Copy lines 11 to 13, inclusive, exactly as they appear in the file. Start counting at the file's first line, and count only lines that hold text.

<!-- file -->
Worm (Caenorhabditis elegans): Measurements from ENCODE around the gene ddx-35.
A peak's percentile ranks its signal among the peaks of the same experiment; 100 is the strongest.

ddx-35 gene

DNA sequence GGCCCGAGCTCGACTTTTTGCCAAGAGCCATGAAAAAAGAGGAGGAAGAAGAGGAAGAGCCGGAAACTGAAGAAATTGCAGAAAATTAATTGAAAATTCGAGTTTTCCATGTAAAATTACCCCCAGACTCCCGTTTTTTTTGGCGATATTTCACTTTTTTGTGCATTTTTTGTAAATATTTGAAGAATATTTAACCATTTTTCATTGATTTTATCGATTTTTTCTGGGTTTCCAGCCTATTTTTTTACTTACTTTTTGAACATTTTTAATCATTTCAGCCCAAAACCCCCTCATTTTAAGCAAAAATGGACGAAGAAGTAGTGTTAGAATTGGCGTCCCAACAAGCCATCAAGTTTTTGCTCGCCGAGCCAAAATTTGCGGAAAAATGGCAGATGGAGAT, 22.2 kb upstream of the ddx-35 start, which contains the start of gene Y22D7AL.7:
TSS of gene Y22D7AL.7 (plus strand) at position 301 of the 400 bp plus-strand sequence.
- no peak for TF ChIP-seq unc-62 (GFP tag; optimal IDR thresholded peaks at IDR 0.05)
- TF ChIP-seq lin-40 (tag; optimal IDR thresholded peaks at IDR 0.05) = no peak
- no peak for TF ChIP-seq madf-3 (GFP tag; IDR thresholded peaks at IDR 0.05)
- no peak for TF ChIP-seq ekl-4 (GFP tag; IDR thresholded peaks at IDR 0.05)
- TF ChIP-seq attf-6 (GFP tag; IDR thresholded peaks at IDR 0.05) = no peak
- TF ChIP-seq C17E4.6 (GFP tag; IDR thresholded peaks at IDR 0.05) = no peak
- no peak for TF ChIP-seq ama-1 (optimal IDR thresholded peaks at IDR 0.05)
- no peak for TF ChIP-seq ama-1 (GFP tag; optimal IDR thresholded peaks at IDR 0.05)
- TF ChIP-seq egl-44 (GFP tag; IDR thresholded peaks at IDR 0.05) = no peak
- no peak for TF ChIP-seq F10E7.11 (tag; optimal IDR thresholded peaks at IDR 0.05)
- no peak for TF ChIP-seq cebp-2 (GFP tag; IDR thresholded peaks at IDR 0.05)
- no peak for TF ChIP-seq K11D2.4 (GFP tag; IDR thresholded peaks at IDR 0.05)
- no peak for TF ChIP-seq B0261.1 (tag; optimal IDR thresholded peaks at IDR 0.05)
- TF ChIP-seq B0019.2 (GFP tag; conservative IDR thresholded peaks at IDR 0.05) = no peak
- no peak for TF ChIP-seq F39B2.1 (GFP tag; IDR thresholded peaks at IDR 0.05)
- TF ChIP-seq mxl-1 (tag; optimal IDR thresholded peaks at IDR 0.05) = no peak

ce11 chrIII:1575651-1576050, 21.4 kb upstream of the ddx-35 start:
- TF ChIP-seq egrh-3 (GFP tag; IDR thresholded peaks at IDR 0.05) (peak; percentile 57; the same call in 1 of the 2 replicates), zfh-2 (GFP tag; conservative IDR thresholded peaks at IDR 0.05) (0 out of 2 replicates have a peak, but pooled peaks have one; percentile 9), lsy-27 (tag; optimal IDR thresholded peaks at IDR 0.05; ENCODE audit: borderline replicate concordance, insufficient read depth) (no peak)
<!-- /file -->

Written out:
- TF ChIP-seq C17E4.6 (GFP tag; IDR thresholded peaks at IDR 0.05) = no peak
- no peak for TF ChIP-seq ama-1 (optimal IDR thresholded peaks at IDR 0.05)
- no peak for TF ChIP-seq ama-1 (GFP tag; optimal IDR thresholded peaks at IDR 0.05)